This is one of the 100 recipes of the IPython Cookbook, the definitive guide to high-performance scientific computing and data science in Python.

1.4. Creating an IPython extension with custom magic commands

  1. Let's import a few functions from the IPython magic system.
In [ ]:
from IPython.core.magic import (register_line_magic, 
                                register_cell_magic)
  1. Defining a new line magic is particularly simple. First, let's create a function that accepts the contents of the line (except the initial %-prefixed magic command). The name of this function is the name of the magic. Then, let's decorate this function with @register_line_magic. We're done!
In [ ]:
@register_line_magic
def hello(line):
    if line == 'french':
        print("Salut tout le monde!")
    else:
        print("Hello world!")
In [ ]:
%hello
In [ ]:
%hello french
  1. Let's create a slightly more useful cell magic %%csv that parses a CSV string and returns a Pandas DataFrame object. This time, the function takes as argument the first line (what follows %%csv), and the contents of the cell (everything in the cell except the first line).
In [ ]:
import pandas as pd
#from StringIO import StringIO  # Python 2
from io import StringIO  # Python 3

@register_cell_magic
def csv(line, cell):
    # We create a string buffer containing the
    # contents of the cell.
    sio = StringIO(cell)
    # We use Pandas' read_csv function to parse
    # the CSV string.
    return pd.read_csv(sio)
In [ ]:
%%csv
col1,col2,col3
0,1,2
3,4,5
7,8,9

We can access the returned object with _.

In [ ]:
df = _
df.describe()
  1. The method we described is useful in an interactive session. If you want to use the same magic in multiple notebooks, or if you want to distribute it, you need to create an IPython extension that implements your custom magic command. Let's show how to do that. The first step is to create a Python script (csvmagic.py here) that implements the magic.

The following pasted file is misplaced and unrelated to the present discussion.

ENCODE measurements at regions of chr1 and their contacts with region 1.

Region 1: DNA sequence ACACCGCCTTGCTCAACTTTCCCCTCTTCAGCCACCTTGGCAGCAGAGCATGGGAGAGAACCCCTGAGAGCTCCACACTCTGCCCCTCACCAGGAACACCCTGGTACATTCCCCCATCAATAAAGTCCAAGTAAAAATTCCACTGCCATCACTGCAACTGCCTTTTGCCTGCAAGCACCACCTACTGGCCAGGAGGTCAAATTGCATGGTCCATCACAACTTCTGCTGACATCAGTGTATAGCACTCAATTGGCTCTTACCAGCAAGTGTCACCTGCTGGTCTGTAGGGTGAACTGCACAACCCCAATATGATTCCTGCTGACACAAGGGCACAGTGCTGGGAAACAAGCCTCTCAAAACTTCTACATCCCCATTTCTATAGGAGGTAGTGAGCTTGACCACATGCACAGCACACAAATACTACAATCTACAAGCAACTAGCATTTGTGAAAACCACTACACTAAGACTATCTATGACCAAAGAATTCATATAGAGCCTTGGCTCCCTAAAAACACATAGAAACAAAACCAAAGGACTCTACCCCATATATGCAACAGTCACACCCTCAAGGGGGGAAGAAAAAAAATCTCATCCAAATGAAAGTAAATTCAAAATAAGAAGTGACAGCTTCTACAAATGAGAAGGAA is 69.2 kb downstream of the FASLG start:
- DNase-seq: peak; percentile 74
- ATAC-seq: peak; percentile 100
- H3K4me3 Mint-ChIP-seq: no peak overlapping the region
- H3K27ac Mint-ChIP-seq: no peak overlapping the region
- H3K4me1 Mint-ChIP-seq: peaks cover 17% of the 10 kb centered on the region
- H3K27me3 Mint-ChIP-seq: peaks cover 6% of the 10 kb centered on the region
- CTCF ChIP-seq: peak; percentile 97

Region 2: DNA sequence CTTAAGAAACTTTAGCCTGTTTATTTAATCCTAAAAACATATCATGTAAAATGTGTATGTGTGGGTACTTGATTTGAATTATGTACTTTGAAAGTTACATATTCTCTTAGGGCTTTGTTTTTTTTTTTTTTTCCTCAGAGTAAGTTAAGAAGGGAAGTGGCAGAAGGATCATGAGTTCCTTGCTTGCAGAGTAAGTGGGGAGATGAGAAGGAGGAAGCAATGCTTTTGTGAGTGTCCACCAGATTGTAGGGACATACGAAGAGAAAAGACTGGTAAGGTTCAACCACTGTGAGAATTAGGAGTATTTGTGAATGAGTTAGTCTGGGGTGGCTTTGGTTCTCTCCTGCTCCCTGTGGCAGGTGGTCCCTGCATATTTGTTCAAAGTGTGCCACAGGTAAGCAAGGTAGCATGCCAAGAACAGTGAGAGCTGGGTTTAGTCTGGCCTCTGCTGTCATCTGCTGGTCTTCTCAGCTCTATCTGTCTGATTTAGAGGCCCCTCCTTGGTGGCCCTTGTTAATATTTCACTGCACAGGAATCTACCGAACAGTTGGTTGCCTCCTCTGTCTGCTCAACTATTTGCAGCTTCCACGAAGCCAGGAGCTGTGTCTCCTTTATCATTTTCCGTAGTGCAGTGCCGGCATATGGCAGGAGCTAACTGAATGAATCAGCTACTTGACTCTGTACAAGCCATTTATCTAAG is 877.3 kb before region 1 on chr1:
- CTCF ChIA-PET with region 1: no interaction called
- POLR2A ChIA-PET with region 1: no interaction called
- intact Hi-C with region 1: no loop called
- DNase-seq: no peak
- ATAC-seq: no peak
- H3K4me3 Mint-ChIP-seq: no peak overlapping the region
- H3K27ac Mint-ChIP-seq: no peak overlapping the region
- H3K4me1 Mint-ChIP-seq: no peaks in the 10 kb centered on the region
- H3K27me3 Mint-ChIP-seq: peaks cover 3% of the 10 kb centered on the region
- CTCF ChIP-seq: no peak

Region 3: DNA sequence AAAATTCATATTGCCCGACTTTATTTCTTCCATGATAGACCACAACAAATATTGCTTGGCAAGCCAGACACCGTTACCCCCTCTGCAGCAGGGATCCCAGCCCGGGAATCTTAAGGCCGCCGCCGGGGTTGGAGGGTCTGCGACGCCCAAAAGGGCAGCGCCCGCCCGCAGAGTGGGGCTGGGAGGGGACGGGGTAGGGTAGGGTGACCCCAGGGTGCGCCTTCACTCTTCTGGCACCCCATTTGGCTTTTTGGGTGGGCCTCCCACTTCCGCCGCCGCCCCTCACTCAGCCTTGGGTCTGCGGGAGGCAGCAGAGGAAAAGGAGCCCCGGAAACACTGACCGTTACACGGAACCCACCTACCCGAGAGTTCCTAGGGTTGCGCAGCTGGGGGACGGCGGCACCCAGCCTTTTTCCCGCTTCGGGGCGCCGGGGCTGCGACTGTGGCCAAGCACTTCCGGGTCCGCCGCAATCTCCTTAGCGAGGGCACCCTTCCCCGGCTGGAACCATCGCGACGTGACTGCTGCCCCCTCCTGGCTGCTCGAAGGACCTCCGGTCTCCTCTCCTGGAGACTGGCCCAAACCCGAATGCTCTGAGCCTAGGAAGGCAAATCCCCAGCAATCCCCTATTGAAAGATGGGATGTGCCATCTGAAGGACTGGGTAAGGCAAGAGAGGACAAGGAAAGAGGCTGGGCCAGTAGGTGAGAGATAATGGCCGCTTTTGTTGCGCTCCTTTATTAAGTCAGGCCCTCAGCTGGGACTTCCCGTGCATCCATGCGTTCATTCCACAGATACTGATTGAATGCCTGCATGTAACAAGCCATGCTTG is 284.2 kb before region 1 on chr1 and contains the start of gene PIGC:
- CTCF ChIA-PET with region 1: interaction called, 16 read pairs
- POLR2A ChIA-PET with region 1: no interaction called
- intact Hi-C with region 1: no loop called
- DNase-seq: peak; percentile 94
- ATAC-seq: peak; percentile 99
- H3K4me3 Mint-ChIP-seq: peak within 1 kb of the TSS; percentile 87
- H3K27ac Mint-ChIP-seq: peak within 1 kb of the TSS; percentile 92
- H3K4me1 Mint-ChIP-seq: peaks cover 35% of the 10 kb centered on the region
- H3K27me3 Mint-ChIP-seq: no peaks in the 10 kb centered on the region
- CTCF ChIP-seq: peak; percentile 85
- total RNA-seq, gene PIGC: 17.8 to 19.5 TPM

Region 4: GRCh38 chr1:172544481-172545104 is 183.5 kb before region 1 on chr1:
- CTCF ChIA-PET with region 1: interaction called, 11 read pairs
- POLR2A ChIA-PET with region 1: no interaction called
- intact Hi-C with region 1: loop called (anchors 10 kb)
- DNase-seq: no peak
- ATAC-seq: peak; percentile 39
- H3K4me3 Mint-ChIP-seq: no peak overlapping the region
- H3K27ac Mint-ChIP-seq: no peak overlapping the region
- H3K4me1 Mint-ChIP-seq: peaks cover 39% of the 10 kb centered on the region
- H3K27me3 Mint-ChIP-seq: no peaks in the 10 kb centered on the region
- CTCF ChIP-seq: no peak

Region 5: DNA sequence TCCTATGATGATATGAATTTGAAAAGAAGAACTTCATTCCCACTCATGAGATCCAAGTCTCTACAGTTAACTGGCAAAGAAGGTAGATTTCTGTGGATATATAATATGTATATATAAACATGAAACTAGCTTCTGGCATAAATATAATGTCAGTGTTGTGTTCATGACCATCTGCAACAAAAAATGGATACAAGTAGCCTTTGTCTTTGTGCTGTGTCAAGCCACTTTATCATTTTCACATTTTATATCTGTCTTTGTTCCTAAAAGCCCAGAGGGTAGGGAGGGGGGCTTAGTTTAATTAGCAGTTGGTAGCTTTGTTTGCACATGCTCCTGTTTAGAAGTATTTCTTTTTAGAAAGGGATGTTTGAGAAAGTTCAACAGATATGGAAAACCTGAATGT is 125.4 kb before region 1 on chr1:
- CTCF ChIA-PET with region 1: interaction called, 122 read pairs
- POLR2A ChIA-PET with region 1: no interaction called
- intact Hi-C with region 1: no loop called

In [ ]:
%%writefile csvmagic.py
import pandas as pd
#from StringIO import StringIO  # Python 2
from io import StringIO  # Python 3

def csv(line, cell):
    sio = StringIO(cell)
    return pd.read_csv(sio)

def load_ipython_extension(ipython):
    """This function is called when the extension is loaded.
    It accepts an IPython InteractiveShell instance.
    We can register the magic with the `register_magic_function`
    method of the shell instance."""
    ipython.register_magic_function(csv, 'cell')
  1. Once the extension is created, we need to import it in the IPython session. The %load_ext magic command takes the name of a Python module and imports it, calling immediately load_ipython_extension. Here, loading this extension automatically registers our magic function %%csv. The Python module needs to be importable. Here, it is in the current directory. In other situations, it has to be in the Python path. It can also be stored in ~\.ipython\extensions which is automatically put in the Python path.
In [ ]:
%load_ext csvmagic
In [ ]:
%%csv
col1,col2,col3
0,1,2
3,4,5
7,8,9

Finally, to ensure that this magic is automatically defined in our IPython profile, we can instruct IPython to load this extension at startup. To do this, let's open the file ~/.ipython/profile_default/ipython_config.py and let's put 'csvmagic' in the c.InteractiveShellApp.extensions list. The csvmagic module needs to be importable. It is common to create a Python package implementing an IPython extension, which itself defines custom magic commands.

You'll find all the explanations, figures, references, and much more in the book (to be released later this summer).

IPython Cookbook, by Cyrille Rossant, Packt Publishing, 2014 (500 pages).